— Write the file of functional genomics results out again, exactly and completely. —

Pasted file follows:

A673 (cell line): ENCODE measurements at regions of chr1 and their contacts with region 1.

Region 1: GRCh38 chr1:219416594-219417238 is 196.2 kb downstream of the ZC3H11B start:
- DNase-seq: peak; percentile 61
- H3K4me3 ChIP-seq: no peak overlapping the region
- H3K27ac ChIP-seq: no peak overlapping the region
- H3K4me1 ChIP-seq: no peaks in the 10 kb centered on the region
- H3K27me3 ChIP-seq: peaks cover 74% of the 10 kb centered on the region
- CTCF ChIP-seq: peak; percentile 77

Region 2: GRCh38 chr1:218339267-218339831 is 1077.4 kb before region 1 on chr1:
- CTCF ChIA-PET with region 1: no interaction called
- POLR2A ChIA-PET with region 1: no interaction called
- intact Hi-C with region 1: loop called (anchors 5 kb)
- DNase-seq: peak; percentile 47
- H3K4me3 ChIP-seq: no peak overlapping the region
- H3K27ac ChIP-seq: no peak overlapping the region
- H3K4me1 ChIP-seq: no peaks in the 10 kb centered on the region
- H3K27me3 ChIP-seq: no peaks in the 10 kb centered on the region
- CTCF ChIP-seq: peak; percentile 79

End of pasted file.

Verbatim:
A673 (cell line): ENCODE measurements at regions of chr1 and their contacts with region 1.

Region 1: GRCh38 chr1:219416594-219417238 is 196.2 kb downstream of the ZC3H11B start:
- DNase-seq: peak; percentile 61
- H3K4me3 ChIP-seq: no peak overlapping the region
- H3K27ac ChIP-seq: no peak overlapping the region
- H3K4me1 ChIP-seq: no peaks in the 10 kb centered on the region
- H3K27me3 ChIP-seq: peaks cover 74% of the 10 kb centered on the region
- CTCF ChIP-seq: peak; percentile 77

Region 2: GRCh38 chr1:218339267-218339831 is 1077.4 kb before region 1 on chr1:
- CTCF ChIA-PET with region 1: no interaction called
- POLR2A ChIA-PET with region 1: no interaction called
- intact Hi-C with region 1: loop called (anchors 5 kb)
- DNase-seq: peak; percentile 47
- H3K4me3 ChIP-seq: no peak overlapping the region
- H3K27ac ChIP-seq: no peak overlapping the region
- H3K4me1 ChIP-seq: no peaks in the 10 kb centered on the region
- H3K27me3 ChIP-seq: no peaks in the 10 kb centered on the region
- CTCF ChIP-seq: peak; percentile 79